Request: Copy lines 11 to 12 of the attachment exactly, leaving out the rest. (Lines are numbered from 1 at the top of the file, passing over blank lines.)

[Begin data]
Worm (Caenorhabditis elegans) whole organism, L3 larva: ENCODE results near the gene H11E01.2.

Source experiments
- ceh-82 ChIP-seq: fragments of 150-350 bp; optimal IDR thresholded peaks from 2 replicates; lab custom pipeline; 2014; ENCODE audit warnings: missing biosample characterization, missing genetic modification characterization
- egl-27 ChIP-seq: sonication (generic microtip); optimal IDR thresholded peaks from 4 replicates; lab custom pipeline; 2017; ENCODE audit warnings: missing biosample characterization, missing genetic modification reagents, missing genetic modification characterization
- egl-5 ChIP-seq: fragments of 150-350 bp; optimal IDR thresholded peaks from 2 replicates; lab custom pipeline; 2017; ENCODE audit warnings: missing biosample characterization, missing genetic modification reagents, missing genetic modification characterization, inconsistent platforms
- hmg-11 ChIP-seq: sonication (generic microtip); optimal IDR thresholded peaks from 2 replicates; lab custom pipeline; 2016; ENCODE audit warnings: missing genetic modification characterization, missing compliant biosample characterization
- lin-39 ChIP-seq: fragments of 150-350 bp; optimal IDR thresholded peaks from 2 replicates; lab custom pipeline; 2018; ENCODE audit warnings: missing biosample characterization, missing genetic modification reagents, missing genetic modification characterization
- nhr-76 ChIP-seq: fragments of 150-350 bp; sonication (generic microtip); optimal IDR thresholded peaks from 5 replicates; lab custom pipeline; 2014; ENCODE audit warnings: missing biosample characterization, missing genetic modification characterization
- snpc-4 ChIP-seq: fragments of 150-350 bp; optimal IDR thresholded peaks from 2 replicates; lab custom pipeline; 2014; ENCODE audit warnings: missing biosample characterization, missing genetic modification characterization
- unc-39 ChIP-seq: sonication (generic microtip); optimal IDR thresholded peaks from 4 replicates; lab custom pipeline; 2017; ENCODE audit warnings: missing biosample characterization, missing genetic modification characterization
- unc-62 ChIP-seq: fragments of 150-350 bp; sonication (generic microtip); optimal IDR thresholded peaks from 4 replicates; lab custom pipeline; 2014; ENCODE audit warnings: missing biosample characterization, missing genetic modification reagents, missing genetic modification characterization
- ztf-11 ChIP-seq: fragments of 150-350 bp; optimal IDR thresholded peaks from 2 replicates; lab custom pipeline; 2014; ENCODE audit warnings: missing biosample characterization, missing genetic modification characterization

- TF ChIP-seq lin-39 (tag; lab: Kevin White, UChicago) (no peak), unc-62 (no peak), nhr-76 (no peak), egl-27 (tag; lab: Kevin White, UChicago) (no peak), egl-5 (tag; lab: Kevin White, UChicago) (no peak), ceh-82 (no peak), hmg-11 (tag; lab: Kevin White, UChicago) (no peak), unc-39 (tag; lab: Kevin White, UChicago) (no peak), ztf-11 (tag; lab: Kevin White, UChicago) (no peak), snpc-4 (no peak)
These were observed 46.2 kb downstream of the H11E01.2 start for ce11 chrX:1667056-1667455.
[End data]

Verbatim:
- unc-62 ChIP-seq: fragments of 150-350 bp; sonication (generic microtip); optimal IDR thresholded peaks from 4 replicates; lab custom pipeline; 2014; ENCODE audit warnings: missing biosample characterization, missing genetic modification reagents, missing genetic modification characterization
- ztf-11 ChIP-seq: fragments of 150-350 bp; optimal IDR thresholded peaks from 2 replicates; lab custom pipeline; 2014; ENCODE audit warnings: missing biosample characterization, missing genetic modification characterization